Groundbreaking CA Prison Policy Ensures Access to Gender-affirming Medical Care

    Following two landmark cases brought by Transgender Law Center, California became the first state in the country to adopt a policy for transgender people in prison to access gender-affirming surgery. The policy sets criteria for transgender people in prison to access care, including a determination of med- ical necessity by medical and mental health professionals. “By adopting this ground- breaking policy, California has set a model for the rest of the country and ensured transgender people in prison can access life-saving care when they need it,” said Kris Hayashi, Executive Director of Transgender Law Center, which represents two transgender women who sued the state after being denied medical care. “I suffered for decades as my identity, my medical needs and my very humanity were denied by the people and system responsible for my care,” said Michelle Norsworthy, one of the transgender women whose cases anticipated this announcement. “I am beyond proud to have been part of the movement to make this poli- cy happen, and I know it will change and save the lives of so many women still fighting for survival in men’s prisons.”

    AIDS Advocates Protest Pharma’s Move to Gut 340B Discount Drug Program

    AIDS Healthcare Foundation and other groups held a protest against the Pharmaceutical Research and Manufacturers of America’s plan to gut funding for the 340B discount drug program. 340B provides drug price discounts to safety net providers that care for large numbers of uninsured and vulnera- ble patients. 340B is once again under assault from the industry, despite the fact that 340B represents only 2 percent of all drug purchases nation- wide. An effort had been attempted in mid-May when drug industry lobbyists tried, surreptitiously–and unsuccessfully–to insert a last-minute amendment to the 21st Century Cures Act that would have gutted the 340B program.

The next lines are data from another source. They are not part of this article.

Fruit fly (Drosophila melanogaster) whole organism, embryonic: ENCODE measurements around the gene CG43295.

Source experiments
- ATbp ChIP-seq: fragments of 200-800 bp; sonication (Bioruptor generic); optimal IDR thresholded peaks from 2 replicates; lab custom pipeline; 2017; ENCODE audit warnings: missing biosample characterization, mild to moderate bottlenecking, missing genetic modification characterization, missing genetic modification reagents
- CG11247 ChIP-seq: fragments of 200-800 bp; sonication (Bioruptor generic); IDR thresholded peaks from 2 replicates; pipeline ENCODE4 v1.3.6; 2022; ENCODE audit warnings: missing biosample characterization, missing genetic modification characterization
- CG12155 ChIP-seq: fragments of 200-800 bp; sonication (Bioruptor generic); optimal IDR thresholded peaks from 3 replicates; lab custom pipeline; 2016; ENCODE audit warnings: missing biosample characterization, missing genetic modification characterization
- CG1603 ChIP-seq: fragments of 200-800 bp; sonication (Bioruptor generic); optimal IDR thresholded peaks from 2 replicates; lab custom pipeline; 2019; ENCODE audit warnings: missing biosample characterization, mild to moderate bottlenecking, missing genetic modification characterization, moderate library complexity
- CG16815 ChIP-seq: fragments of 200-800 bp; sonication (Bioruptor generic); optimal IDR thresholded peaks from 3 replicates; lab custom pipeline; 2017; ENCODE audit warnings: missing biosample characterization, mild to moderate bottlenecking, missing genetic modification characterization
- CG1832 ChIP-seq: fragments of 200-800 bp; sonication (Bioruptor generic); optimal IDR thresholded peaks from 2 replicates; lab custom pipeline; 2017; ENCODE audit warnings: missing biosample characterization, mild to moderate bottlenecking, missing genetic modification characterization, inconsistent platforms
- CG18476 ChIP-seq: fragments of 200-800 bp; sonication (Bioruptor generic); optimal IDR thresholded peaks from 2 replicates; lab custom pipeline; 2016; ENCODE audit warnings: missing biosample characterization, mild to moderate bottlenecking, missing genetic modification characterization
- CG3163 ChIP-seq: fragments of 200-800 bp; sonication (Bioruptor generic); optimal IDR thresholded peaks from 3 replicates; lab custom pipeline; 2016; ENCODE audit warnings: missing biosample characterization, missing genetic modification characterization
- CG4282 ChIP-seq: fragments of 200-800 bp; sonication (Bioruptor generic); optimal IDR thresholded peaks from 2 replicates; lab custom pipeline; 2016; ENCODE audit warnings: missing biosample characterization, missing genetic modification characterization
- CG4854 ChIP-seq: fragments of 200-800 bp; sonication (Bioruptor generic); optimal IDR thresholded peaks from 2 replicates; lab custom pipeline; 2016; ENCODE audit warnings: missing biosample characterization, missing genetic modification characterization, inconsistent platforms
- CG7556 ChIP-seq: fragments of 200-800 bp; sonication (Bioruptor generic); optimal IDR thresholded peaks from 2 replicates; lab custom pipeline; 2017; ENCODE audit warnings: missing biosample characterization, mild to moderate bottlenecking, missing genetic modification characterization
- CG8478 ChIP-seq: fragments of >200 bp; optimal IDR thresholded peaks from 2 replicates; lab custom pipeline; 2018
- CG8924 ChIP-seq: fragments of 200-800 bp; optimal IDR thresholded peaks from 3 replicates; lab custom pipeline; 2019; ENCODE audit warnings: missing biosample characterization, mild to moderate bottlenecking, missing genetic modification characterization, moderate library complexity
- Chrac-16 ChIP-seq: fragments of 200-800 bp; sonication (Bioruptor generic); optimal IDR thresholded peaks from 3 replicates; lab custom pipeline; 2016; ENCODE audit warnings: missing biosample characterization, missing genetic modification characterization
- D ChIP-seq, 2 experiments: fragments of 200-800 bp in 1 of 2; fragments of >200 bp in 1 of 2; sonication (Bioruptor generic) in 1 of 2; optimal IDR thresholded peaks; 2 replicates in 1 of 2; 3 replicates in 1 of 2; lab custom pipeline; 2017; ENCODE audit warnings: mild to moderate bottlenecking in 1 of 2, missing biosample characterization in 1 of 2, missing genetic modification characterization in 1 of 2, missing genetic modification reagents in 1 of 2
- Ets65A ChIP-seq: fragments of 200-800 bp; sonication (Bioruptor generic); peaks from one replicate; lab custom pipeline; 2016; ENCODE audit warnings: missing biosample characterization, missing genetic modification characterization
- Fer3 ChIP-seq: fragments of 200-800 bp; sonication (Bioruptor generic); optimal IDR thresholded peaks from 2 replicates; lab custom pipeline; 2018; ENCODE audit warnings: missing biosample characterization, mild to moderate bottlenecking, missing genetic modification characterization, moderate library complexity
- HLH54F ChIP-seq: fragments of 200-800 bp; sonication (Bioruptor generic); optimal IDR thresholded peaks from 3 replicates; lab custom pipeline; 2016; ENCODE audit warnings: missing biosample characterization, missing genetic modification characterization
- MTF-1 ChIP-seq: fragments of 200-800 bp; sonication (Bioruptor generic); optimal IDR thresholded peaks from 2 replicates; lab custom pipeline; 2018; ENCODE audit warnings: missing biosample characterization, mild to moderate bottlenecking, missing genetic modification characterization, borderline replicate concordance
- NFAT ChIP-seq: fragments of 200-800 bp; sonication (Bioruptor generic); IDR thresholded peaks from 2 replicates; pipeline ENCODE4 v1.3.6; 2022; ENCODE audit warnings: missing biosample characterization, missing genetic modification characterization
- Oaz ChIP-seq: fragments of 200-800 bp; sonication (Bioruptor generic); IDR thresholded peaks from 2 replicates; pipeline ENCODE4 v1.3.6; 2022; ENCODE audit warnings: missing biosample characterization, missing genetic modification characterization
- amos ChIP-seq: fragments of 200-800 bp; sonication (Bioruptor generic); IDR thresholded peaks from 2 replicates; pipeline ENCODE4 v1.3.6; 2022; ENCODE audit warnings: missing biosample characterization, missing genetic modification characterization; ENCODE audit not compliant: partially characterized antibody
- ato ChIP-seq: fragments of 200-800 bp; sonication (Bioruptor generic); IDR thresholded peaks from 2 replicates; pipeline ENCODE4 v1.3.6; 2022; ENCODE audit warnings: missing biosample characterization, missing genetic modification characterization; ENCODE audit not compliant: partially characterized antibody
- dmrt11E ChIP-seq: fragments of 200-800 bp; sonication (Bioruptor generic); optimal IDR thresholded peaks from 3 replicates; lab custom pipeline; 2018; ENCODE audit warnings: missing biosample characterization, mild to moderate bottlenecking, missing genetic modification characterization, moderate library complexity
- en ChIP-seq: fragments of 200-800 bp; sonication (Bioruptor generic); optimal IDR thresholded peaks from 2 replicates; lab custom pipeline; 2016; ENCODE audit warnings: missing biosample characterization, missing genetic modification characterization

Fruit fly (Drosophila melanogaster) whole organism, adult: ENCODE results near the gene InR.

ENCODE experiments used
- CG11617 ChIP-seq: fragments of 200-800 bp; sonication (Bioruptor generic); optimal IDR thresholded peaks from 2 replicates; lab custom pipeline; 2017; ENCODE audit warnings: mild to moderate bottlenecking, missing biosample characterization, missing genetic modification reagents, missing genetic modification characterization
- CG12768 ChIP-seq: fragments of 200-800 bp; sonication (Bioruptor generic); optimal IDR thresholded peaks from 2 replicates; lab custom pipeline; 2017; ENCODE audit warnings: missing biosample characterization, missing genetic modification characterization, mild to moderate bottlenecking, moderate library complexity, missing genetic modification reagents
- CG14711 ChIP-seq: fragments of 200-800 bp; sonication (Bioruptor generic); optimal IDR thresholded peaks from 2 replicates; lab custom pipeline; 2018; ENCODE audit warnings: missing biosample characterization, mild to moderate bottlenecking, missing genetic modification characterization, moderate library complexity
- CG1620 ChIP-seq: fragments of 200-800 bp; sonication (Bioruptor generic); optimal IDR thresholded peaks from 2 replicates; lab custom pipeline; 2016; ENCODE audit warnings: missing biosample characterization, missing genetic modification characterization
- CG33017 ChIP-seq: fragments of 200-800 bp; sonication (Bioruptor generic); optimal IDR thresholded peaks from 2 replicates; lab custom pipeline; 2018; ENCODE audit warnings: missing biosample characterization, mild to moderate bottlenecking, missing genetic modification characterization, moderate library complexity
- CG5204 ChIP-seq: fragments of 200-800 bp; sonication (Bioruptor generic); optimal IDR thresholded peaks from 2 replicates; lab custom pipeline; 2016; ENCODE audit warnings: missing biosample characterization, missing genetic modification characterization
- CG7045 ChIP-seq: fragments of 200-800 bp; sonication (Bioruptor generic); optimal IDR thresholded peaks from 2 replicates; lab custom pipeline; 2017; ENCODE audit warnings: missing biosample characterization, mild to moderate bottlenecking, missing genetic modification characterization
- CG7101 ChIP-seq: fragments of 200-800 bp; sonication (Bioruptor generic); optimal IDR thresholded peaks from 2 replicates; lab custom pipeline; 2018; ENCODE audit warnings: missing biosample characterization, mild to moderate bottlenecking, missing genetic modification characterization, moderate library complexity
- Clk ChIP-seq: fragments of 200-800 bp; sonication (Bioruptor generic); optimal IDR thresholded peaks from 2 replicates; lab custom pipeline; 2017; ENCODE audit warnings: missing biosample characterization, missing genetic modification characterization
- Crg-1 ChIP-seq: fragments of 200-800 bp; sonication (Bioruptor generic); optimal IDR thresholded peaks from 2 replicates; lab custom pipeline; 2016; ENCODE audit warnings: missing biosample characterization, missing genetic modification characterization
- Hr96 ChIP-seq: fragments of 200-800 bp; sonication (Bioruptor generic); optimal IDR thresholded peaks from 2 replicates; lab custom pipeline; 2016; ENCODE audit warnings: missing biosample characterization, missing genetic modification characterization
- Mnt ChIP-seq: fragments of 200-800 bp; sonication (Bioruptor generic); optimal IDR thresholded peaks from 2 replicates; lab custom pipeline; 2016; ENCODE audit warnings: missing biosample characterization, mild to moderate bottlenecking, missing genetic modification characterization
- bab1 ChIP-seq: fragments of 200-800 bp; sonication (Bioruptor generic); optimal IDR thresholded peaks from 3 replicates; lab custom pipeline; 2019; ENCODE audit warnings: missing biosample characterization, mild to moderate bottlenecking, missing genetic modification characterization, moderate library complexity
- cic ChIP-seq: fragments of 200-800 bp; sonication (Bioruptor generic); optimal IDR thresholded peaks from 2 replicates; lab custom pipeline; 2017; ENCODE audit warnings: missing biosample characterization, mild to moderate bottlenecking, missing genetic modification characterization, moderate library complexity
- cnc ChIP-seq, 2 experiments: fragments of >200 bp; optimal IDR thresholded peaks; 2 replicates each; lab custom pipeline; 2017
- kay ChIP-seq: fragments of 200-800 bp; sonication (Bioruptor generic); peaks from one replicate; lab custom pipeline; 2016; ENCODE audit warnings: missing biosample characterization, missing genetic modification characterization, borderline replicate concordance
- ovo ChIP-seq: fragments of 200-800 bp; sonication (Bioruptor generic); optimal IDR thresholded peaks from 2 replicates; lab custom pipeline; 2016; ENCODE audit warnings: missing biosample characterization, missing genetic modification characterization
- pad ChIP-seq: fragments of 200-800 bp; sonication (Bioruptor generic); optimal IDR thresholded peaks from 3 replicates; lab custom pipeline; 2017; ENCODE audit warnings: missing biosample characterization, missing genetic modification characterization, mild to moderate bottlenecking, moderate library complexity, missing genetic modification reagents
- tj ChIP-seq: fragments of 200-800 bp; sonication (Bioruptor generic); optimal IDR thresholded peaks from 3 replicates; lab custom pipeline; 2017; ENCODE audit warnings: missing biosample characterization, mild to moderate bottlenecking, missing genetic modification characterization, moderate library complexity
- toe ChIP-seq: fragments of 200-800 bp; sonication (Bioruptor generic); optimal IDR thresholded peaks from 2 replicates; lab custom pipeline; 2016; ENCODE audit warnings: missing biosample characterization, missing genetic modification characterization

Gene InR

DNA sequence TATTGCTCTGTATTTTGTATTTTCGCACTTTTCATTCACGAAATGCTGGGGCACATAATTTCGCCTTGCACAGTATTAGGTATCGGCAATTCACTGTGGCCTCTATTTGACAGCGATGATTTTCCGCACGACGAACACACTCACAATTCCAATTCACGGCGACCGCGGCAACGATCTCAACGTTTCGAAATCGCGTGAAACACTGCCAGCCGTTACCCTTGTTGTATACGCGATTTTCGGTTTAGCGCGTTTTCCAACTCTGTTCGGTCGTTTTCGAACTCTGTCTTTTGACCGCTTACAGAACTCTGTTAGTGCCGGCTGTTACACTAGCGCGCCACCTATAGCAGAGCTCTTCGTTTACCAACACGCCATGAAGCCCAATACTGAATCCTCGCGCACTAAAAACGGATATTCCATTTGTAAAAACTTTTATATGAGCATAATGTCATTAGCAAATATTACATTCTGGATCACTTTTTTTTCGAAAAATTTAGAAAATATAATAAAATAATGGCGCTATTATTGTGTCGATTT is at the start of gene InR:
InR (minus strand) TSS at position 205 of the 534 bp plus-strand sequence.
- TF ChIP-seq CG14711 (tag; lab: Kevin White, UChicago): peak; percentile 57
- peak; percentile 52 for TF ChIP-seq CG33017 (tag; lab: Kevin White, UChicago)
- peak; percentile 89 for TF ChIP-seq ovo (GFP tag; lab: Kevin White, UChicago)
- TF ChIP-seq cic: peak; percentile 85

SF Couple Upbeat before Hurricane Patricia Strikes Puerto Vallarta on Wedding Trip

    After nine years as a couple, Rodolfo Melgoza and Anthony Chavira planned a dream wedding with their closest family and friends in Puerto Vallarta; but little did the San Francisco men realize that Hurricane Patricia—the strongest hurricane on record in the Western Hemisphere— was going to smack the city a day before they planned to say, “I do.” Despite the threatening storm, the couple stayed calm and even upbeat. “They say rain is good luck,” Melgoza said. “So a hurricane? I mean, you know? We’re going to be together for- ever. Right?”

    Over 800K U.S. Facebook Users Came Out as LGBTQ in Past Year

    The number of people coming out as LGBTQ on Facebook is growing each year, according to new research by the social media giant. For Spirit Day last Thursday, Facebook’s Research and Data Science division published a new report detailing the increasing number of U.S. Facebook users identifying as LGBTQ. The Facebook research reported that about 6 million of Facebook’s U.S. users identify as LGBTQ and 800,000 came out in the last year. Facebook officials said that there was a spike in the number of users coming out after the U.S. Supreme Court’s ruling on same-sex marriage in June.